Humanitarian Design Activist, Author of Design Revolution and Creator of Project H


Session Descriptions and Times

http://niu.edu/doit/education/educause.shtml
Sign up for the sessions you wish to attend by clicking on the registration link at the top of the page. Attend as many sessions as you would like.

If you need more information about the how to use the DOIT ERP Training registration system, please refer to:
http://www.niu.edu/erptraining/documents/basicnavigation/erptraining_registration_process_JOBAID.pdf


If your schedule doesn’t allow you to attend, note that EDUCAUSE records many of the sessions. When EDUCAUSE makes the recorded sessions available to us (usually 4-8 weeks after the conference), we will share the link with you.

If you have any questions or need assistance, please contact erp_training@niu.edu.

Spring 2015 Teaching Effectiveness Institute on Getting Credit for What You Do

posted in: News, Newsletter, Teaching | 0

Laurie RichlinLaurie Richlin, professor and chair of the Department of Medical Education, Western Michigan University Homer Stryker M.D. School of Medicine presented two, half-day workshops on getting credit for what you do. Upon check-in for both workshops, participants were presented with a copy of Dr. Richlin’s book, Blueprint for Learning: Creating College Courses to Facilitate, Assess, and Document Learning, which details much of what was presented during the institute.

During the morning workshop, Getting Credit for What You Do: Designing an Evidence-Based Course, Dr. Richlin discussed ways faculty can demonstrate how well their teaching facilitates their students’ learning. Using a worksheet and through discussions, participants had the opportunity to document their teaching/learning decisions and results so that their colleagues and intelligent non-experts can understand what they are doing. Participants were lead through the evidence-based course design process, which allowed them to identify traditional activities and ideas they felt were appropriate for documentation.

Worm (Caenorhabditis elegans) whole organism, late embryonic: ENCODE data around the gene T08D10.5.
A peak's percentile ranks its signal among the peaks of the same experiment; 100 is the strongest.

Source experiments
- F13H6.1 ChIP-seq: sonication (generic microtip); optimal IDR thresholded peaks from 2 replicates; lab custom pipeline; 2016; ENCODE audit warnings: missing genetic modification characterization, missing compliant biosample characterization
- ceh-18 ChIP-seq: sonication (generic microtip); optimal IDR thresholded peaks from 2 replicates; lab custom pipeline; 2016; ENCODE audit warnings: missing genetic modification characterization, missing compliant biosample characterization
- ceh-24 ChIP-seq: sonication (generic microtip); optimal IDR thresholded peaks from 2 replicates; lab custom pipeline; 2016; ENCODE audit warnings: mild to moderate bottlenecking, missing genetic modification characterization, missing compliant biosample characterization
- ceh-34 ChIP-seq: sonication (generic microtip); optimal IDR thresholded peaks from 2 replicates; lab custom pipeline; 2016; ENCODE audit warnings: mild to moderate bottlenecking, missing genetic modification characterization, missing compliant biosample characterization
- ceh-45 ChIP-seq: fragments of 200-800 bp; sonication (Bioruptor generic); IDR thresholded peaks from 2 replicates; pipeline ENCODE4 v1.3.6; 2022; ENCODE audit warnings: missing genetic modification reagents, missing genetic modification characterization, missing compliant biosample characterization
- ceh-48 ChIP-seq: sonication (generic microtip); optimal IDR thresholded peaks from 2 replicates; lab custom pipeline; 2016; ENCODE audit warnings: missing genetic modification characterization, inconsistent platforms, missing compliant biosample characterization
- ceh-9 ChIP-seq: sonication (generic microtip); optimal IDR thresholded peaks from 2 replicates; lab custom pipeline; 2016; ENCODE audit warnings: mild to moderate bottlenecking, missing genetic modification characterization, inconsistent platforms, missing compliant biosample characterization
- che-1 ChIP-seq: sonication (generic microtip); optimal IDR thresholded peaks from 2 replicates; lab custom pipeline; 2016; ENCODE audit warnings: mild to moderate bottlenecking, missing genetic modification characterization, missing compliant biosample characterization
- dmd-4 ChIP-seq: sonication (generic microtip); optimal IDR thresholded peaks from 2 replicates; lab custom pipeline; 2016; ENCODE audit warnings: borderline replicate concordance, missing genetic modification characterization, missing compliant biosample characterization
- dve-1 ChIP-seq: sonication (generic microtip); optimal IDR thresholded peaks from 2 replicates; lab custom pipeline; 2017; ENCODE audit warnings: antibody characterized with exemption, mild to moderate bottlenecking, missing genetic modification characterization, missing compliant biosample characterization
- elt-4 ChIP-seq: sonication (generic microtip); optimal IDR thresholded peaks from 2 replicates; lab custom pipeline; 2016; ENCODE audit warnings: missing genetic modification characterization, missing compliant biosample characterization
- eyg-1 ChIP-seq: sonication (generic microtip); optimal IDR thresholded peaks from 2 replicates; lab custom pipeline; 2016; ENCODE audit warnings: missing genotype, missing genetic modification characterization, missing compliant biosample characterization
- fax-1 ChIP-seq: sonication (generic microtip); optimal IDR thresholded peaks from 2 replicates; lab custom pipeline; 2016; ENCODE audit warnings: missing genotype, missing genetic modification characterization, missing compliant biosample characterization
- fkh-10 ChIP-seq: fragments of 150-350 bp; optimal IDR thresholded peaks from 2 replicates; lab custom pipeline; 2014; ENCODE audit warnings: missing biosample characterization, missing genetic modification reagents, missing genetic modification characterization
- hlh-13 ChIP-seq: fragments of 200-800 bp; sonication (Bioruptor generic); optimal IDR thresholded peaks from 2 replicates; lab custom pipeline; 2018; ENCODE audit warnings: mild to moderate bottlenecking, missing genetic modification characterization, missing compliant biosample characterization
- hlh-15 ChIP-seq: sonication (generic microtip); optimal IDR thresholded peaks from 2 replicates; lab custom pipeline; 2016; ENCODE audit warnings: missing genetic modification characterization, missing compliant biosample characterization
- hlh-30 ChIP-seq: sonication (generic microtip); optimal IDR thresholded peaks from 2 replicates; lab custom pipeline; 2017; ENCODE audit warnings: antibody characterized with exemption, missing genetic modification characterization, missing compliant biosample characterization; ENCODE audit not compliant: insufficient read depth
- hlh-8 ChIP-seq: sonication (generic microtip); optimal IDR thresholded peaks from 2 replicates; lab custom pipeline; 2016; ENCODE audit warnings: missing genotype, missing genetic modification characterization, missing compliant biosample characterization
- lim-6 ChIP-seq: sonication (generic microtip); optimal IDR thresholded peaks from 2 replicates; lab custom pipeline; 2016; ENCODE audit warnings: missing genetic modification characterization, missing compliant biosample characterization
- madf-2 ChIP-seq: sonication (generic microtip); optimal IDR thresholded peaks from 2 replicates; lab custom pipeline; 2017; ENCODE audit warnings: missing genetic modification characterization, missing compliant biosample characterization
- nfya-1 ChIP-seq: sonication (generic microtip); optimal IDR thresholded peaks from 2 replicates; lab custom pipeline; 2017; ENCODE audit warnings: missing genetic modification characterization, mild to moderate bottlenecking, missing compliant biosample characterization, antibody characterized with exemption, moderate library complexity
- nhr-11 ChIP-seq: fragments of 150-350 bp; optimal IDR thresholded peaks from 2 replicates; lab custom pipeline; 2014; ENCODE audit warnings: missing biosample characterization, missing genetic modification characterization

In the afternoon workshop, Getting Credit for What You Do: Creating the Scholarship of Teaching and Learning, participants, after having documented their work, were shown how and why to share their findings about effective ways to help students learn better in their discipline and the university. “The Scholarship of Teaching and Learning (SoTL) promotes teaching as a scholarly endeavor and a worthy subject for research, producing a public body of knowledge open to critique and evaluation” (Michigan State University Office of Faculty & Organizational Development). During the workshop, Dr. Richlin described how to turn teaching strategies and results into presentations and publications. She offered anyone who attended either workshop to contact her to answer questions about her workshops or give a preliminary review of a manuscript.

For more information on the Scholarship of Teaching and Learning, read The Status of the Scholarship of Teaching in the Discipline (2007) by Paul D. Witman and Laurie Richlin.

To learn about current and practical applications of the Scholarship of Teaching and Learning, consider attending the 2015 Midwest Conference on the Scholarship of Teaching, on April 10, 2015, hosted by Indiana University South Bend.

Faculty Development and Instructional Design Center offers the Teaching Effectiveness Institute twice each year, at the beginning of fall and spring semesters. Day one of the fall Teaching Effectiveness Institute is offered as a one day workshop, which is designed to introduce faculty to the basic principles of teaching, information about teaching-related support resources available at NIU, and ways faculty can address students’ learning needs.

The second day of the institute is offered either as a one, all-day workshop or two, half-day workshops that center on a more focused topic presented by an outside expert in the field. The Fall 2015 Teaching Effectiveness Institute will take place on Thursday, August 14 and Friday, August 15. Look for more details about the institute on our webpage later this spring semester at www.niu.edu/facdev.

References

Michigan State University Office of Faculty and Organizational Development (n.d.). Scholarship of teaching and learning (SoTL). Retrieved from: http://fod.msu.edu/oir/scholarship-teaching-and-learning-sotl

Richlin, L. (2006). Blueprint for learning: Constructing college courses to facilitate, assess, and document learning. Sterling, VA: Stylus Press.

Witman, P. D. and Richlin, L. (2007). The Status of the Scholarship of Teaching in the Discipline. Retrieved from: http://digitalcommons.georgiasouthern.edu/cgi/viewcontent.cgi?article=1013&context=ij-sotl